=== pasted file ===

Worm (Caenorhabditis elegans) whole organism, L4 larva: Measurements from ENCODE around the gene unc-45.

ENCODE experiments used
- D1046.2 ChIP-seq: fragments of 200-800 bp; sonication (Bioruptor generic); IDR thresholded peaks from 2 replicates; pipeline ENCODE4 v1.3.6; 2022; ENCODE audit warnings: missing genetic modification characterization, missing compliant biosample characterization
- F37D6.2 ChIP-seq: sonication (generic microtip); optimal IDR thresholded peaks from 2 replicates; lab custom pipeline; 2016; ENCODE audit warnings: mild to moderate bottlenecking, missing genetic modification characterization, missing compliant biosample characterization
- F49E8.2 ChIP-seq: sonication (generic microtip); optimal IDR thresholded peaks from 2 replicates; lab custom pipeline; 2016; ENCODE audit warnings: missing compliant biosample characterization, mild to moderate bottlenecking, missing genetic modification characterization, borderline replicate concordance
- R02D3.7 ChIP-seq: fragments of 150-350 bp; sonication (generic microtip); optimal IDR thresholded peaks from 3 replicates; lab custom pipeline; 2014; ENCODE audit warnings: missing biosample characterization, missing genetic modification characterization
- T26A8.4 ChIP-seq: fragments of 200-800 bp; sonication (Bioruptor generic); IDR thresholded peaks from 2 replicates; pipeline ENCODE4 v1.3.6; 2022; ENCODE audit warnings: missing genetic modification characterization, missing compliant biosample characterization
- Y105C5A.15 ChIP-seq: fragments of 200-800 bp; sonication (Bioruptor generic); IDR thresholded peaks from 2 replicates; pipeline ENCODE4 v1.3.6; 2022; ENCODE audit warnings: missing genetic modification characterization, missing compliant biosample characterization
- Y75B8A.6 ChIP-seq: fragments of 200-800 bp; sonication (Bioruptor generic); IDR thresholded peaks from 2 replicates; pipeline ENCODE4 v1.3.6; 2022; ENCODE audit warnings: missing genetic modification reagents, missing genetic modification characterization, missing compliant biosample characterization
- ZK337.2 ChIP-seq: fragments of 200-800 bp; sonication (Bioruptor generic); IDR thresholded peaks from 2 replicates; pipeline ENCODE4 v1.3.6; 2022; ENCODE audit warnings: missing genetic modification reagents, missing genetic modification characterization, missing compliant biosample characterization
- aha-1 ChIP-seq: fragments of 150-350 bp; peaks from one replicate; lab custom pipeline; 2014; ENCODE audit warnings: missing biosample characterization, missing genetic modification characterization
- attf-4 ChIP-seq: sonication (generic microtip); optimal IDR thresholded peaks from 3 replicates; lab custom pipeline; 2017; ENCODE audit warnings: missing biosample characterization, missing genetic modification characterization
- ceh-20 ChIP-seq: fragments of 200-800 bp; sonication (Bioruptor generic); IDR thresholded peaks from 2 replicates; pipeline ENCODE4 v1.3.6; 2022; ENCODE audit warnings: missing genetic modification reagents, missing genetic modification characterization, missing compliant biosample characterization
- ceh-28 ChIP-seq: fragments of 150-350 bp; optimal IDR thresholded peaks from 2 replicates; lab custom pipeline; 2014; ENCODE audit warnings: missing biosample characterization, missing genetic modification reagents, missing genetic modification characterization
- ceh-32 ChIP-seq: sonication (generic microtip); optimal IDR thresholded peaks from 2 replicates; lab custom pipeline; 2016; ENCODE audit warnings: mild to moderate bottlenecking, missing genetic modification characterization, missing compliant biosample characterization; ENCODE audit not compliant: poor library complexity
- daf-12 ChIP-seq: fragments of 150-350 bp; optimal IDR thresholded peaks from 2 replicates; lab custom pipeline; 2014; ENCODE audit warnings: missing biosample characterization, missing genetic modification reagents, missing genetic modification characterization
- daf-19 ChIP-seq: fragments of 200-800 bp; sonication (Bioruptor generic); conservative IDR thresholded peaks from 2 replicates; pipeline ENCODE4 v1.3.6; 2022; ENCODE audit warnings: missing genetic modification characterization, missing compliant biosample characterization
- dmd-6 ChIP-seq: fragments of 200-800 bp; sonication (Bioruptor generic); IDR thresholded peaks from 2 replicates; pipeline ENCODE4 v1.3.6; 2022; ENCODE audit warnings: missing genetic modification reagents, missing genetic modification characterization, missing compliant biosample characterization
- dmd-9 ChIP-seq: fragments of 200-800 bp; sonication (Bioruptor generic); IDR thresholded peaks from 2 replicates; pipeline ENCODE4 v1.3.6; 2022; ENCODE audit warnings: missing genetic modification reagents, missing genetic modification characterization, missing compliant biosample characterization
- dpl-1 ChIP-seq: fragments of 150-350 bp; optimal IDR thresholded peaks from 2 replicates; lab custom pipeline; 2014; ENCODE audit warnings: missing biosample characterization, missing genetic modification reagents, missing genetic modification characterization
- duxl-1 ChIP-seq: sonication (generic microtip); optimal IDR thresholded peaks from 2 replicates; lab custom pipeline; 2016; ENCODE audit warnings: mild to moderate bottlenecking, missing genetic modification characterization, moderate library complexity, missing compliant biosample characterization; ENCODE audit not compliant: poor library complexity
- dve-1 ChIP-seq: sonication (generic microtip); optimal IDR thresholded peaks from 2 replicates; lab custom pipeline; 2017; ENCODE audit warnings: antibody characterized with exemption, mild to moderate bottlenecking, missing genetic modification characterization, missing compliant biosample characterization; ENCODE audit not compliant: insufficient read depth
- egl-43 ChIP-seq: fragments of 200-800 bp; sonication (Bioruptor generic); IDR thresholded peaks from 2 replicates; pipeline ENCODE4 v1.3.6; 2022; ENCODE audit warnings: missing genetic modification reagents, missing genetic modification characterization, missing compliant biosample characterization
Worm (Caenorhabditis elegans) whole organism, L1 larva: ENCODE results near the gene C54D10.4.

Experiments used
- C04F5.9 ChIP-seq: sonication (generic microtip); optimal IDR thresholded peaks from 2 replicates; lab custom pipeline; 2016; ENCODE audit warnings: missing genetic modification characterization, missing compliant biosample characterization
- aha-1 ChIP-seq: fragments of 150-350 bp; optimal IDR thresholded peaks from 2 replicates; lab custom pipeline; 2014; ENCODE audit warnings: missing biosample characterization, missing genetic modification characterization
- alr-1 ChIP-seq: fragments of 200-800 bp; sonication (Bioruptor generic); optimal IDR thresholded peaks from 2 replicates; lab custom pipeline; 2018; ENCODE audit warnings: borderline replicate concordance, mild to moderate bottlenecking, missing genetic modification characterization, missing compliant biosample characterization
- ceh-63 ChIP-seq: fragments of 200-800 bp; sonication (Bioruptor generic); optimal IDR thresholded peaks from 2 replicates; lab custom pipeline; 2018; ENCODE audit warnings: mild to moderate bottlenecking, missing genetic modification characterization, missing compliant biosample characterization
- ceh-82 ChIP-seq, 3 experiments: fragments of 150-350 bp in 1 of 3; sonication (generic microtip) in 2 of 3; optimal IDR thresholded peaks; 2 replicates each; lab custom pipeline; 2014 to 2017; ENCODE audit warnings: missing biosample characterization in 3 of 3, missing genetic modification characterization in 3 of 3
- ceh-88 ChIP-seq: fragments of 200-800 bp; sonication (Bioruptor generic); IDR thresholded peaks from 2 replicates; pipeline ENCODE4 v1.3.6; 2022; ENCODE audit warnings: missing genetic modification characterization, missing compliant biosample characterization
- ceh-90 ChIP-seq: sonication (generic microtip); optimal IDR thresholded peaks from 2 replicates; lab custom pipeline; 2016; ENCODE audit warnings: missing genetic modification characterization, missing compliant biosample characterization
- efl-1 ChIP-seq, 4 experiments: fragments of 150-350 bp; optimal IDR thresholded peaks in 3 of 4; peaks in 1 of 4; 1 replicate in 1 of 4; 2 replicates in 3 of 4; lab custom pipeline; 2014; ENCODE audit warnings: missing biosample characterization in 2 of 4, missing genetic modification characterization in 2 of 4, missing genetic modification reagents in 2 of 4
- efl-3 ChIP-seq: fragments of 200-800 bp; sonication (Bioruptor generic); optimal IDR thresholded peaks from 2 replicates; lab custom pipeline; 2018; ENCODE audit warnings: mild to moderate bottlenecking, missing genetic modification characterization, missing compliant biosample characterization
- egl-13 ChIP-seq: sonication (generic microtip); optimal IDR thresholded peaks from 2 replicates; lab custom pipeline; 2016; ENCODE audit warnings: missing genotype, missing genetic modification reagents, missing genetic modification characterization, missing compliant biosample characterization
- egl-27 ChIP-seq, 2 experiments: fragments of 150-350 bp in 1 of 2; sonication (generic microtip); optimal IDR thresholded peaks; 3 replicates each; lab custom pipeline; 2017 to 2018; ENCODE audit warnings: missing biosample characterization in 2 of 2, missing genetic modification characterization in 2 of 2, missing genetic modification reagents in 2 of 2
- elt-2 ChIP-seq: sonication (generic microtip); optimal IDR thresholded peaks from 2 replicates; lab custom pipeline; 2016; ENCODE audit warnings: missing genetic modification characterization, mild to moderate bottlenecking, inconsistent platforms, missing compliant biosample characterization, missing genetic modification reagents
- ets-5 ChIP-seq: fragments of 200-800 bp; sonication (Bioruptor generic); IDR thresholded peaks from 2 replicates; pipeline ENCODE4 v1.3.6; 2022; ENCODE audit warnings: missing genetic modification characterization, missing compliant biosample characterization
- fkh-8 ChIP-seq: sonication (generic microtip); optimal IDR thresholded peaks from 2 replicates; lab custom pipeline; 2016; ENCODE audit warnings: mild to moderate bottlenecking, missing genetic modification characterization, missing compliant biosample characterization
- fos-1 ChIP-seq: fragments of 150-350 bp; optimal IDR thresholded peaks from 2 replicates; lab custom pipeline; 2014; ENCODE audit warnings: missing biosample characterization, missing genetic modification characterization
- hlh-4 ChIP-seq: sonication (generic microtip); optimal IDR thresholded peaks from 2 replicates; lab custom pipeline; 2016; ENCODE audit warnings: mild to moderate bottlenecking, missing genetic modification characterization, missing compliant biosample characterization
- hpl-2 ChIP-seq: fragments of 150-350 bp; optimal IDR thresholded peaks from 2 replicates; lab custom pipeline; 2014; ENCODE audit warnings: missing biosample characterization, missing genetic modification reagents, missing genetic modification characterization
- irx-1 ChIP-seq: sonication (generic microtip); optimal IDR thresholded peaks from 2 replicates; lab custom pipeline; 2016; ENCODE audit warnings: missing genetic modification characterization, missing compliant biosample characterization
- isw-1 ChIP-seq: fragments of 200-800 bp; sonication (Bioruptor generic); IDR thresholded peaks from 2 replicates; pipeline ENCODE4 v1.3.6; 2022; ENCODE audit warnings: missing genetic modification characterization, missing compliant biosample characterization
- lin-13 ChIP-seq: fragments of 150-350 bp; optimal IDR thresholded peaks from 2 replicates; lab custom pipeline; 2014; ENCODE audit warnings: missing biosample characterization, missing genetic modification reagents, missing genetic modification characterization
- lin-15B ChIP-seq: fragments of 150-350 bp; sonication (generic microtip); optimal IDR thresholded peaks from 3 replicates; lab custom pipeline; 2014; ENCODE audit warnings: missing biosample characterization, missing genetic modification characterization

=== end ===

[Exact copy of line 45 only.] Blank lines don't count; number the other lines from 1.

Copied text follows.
- lin-13 ChIP-seq: fragments of 150-350 bp; optimal IDR thresholded peaks from 2 replicates; lab custom pipeline; 2014; ENCODE audit warnings: missing biosample characterization, missing genetic modification reagents, missing genetic modification characterization